Night Owl
Community Member
2 months ago (edited)

This kind of teacher deserves respect. Sharing a bad experience and turning it into a lesson about equality, love and acceptance with further generations and reminding them (and himself) constantly with a simple symbol

Uncle Bud
Community Member
1 month ago

This a an awesome story. Bravo to this teacher. I have never understood racism. Perhaps it's because for my first 3 years of school, I attended a predominantly African-American school. I wasn't the only white kid there but I was the only white kid in my classes all 3 years. I'm really happy that I had this experience as a child. For the last 12 years I've raised my biracial great-niece she was a baby. She is the love of my life. I don't know if we'll every completely see an end to racism but I sure hope we do.

Steak lover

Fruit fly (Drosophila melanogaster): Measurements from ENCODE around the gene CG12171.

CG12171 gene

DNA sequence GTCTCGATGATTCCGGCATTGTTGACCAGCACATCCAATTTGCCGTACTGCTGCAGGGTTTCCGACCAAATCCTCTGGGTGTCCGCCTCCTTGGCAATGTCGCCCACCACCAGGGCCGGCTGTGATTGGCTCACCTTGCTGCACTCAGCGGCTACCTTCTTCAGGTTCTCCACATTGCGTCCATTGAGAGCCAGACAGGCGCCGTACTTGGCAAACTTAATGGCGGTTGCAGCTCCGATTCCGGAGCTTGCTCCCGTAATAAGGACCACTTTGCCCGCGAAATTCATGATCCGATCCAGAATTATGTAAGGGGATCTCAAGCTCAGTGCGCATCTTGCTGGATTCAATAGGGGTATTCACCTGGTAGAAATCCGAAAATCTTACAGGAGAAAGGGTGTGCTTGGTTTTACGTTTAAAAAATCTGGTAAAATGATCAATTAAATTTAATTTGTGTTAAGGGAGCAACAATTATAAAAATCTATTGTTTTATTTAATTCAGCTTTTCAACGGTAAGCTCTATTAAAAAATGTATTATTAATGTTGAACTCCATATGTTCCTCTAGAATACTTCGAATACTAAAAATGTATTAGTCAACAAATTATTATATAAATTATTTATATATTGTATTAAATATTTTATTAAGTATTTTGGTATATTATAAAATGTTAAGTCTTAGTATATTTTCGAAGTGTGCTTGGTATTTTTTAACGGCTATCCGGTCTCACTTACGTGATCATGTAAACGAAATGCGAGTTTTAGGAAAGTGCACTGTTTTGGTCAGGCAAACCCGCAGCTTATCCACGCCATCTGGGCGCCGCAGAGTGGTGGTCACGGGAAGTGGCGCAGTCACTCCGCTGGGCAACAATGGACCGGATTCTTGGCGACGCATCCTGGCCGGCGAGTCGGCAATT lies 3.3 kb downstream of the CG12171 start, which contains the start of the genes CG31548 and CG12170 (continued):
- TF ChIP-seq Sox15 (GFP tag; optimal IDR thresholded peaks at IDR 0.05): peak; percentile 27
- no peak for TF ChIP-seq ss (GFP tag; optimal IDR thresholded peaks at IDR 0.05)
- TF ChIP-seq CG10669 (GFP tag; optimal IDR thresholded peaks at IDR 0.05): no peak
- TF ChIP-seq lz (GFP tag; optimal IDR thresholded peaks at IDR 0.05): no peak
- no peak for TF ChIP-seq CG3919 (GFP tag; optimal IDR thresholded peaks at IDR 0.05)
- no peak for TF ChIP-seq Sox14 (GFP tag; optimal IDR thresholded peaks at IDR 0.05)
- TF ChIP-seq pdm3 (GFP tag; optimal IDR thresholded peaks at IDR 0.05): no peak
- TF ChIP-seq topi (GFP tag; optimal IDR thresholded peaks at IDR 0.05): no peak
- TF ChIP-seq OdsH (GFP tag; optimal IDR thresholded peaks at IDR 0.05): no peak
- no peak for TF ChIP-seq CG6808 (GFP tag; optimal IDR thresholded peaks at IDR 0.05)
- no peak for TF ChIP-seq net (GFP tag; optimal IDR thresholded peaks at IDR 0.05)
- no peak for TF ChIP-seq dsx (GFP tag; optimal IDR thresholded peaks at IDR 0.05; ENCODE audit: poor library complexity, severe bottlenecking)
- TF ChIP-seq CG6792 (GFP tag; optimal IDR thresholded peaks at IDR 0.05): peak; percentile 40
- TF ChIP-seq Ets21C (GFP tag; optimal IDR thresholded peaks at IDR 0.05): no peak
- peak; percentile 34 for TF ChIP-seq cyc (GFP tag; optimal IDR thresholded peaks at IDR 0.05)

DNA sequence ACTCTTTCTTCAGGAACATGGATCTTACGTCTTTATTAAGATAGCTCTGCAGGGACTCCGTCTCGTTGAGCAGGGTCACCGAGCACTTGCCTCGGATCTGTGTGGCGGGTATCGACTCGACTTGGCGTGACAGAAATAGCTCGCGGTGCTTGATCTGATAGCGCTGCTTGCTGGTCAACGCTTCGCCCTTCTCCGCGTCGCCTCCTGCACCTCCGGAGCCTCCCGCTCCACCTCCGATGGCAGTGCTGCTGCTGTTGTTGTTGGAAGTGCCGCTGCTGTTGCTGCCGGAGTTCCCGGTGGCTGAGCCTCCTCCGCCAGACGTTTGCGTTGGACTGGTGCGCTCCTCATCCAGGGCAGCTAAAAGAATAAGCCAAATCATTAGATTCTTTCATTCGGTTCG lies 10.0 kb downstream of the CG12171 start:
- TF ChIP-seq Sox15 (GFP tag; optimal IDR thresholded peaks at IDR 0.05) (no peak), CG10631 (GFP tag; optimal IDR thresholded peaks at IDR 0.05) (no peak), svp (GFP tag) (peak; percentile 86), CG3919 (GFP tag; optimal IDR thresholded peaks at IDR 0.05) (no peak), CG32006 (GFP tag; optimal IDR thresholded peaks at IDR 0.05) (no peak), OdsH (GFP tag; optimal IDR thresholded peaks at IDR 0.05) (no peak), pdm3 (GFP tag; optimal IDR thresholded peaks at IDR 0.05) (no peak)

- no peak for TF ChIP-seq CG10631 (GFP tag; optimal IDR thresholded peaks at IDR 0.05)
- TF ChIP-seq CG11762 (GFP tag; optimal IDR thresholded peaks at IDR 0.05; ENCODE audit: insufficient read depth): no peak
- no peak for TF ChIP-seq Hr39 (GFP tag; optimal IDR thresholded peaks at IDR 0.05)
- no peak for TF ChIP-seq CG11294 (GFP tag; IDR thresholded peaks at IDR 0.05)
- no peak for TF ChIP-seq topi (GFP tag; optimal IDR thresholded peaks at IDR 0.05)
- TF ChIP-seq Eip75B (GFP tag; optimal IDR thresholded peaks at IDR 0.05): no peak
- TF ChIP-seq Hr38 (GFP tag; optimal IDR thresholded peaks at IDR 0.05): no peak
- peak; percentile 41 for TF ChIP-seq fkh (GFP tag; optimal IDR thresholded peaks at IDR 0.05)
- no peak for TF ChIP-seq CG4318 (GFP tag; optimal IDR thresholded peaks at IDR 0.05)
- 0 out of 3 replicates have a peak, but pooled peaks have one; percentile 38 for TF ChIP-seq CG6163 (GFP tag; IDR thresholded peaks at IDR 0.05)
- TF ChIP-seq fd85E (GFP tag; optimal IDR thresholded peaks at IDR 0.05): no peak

Community Member
1 month ago

That's a great post. Thank you!

Load More Replies...
Cynthia Moore
Community Member
2 months ago

This is why Teachers were my Heroes growing up. The Good Ones Are PRICELESS. They Are Social Engineers, working for Righteousness.

Load More Comments
Night Owl
Community Member
2 months ago (edited)

This kind of teacher deserves respect. Sharing a bad experience and turning it into a lesson about equality, love and acceptance with further generations and reminding them (and himself) constantly with a simple symbol

Uncle Bud
Community Member
1 month ago

This a an awesome story. Bravo to this teacher. I have never understood racism. Perhaps it's because for my first 3 years of school, I attended a predominantly African-American school. I wasn't the only white kid there but I was the only white kid in my classes all 3 years. I'm really happy that I had this experience as a child. For the last 12 years I've raised my biracial great-niece she was a baby. She is the love of my life. I don't know if we'll every completely see an end to racism but I sure hope we do.

Steak lover
Community Member
1 month ago

That's a great post. Thank you!

Load More Replies...
Cynthia Moore
Community Member
2 months ago

This is why Teachers were my Heroes growing up. The Good Ones Are PRICELESS. They Are Social Engineers, working for Righteousness.

Load More Comments